A slight, grey-haired man stood at my back door. His greeting was quaintly sweet and respectful, “Hello! My name is Elton Greta. I lived in your house until my mother sold the farm when I was ten years old. The river was my favorite play area. Would you please allow me to walk on your property along its bank?”
Surprised and wondering how many years it was since he was ten-years-old, I generously responded, “Yes. Go right ahead!”
That one-minute conversation in 1982 was the only person-to-person interaction I ever had with Mr. Greta. Only later did I find out that he was seventy-nine years old to my thirty-one years. I didn’t see how long he stayed or where he walked, because my two-month-old daughter had a clinic appointment. His car was gone by the time I returned home. I found a letter from him taped to my back door.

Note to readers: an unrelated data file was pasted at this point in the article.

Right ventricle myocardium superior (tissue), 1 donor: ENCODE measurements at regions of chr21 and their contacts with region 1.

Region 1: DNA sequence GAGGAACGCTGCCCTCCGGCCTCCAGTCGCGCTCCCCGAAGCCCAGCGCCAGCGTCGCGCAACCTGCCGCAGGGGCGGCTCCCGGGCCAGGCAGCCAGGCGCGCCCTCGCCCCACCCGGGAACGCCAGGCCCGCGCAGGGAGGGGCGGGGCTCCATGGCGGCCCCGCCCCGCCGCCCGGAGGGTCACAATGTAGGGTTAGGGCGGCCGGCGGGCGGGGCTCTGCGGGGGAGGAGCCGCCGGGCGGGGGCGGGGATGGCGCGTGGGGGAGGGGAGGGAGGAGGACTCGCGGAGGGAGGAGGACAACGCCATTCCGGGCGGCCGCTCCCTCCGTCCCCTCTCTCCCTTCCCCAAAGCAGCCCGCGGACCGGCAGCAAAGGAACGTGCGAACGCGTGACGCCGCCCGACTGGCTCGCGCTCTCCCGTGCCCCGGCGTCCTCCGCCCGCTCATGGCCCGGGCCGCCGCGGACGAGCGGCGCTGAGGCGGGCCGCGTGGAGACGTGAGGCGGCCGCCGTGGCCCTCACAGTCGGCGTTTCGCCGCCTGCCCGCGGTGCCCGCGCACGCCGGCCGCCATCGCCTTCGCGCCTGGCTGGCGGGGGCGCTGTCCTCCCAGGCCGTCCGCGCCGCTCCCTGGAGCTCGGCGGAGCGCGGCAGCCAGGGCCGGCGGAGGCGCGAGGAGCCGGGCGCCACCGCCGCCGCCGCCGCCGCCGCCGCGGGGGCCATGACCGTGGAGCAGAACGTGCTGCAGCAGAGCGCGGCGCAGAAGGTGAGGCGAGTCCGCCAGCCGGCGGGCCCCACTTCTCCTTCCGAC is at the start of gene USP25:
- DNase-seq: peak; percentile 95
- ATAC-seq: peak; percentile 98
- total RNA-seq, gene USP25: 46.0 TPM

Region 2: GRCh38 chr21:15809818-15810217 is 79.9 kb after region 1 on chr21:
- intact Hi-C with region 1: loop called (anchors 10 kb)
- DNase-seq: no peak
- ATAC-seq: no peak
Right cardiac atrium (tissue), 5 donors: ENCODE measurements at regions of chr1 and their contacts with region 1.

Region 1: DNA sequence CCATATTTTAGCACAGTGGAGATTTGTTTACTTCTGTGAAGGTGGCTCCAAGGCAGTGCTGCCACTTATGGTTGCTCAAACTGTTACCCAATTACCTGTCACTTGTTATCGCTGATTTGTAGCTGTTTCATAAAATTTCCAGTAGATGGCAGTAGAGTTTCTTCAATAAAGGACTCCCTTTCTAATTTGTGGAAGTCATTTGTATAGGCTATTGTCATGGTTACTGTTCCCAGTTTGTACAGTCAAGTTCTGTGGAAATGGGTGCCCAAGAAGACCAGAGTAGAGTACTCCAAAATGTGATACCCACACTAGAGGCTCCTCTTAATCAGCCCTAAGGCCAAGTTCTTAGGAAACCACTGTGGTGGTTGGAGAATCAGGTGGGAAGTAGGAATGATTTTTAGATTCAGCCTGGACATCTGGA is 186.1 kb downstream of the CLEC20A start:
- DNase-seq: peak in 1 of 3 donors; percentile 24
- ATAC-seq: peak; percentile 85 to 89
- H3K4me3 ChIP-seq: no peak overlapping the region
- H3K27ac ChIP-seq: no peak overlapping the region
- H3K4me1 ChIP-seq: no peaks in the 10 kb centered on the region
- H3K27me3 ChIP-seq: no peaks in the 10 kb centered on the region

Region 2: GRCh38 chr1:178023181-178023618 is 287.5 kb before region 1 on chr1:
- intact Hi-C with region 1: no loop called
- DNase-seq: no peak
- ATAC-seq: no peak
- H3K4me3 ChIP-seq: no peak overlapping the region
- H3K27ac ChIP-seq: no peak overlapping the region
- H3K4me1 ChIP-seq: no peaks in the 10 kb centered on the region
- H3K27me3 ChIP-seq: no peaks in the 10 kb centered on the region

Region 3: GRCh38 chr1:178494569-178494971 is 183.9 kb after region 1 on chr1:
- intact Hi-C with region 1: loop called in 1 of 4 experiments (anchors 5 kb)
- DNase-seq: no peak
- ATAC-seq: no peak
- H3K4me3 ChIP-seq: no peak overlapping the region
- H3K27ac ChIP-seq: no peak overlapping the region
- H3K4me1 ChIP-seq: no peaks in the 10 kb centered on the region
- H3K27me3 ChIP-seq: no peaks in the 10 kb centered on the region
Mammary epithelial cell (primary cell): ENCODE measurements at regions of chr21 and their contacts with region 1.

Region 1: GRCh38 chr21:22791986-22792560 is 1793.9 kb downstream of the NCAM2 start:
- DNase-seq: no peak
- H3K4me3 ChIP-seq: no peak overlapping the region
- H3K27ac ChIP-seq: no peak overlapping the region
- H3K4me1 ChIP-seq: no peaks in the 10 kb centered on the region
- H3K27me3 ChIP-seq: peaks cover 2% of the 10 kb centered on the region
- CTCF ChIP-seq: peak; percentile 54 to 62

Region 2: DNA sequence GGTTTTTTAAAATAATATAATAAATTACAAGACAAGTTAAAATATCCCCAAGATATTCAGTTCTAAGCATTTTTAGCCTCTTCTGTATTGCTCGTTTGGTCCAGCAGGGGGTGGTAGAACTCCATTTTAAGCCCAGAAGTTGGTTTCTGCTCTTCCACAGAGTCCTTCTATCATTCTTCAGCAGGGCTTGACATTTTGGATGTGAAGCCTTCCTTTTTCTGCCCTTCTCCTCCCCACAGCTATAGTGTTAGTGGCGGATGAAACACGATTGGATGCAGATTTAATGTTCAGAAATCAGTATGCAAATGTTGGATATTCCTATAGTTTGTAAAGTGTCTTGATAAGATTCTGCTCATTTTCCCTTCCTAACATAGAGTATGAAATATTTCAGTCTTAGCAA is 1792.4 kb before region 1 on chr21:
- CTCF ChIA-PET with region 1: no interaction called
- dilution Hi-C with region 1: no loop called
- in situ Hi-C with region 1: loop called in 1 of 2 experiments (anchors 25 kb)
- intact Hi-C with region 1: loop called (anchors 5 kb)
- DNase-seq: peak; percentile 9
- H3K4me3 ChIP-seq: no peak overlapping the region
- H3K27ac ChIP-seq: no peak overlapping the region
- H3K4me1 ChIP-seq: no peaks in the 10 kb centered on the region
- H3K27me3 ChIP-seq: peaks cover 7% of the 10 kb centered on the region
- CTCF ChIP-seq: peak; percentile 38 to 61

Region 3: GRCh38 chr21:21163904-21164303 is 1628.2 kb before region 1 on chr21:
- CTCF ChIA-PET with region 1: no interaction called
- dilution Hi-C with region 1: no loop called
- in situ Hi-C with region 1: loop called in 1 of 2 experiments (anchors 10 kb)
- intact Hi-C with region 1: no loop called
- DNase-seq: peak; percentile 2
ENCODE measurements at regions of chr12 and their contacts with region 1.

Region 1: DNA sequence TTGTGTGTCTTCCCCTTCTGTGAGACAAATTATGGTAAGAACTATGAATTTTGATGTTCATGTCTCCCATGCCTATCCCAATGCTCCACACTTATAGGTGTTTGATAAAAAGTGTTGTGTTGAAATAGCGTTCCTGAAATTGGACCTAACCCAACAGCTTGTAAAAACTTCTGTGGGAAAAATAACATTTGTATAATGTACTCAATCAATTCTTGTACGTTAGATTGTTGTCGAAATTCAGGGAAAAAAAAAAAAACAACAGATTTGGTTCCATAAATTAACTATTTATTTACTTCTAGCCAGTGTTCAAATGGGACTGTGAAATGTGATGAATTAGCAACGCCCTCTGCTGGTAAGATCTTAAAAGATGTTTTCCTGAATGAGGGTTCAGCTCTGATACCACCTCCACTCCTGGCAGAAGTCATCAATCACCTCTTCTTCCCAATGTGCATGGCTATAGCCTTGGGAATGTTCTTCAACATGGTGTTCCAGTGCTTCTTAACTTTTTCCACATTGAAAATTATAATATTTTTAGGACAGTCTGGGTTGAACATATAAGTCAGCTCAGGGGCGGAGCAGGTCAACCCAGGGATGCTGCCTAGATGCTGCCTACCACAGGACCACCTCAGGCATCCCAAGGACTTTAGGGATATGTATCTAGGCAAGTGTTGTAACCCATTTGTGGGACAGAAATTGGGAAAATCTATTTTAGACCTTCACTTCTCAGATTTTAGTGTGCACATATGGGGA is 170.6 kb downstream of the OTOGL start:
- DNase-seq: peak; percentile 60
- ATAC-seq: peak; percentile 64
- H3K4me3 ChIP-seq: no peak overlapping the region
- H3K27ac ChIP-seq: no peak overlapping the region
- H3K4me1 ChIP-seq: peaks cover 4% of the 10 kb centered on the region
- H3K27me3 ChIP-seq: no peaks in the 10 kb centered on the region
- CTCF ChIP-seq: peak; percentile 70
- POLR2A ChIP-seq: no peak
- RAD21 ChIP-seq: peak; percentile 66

In a swirling script and with flowery prose, Mr. Greta described his childhood home and the land where it sat on the north bank of a small river as, “the hallowed grounds of my childhood.” His “sainted mother” sold the farm in 1913 when he was ten years old.
After eating supper that evening, I read his letter to the family. At the end, I looked up and said to Arnie, my husband, “I think this man wants me to write to him! He signed with his full Sioux City, Iowa address.” Continue reading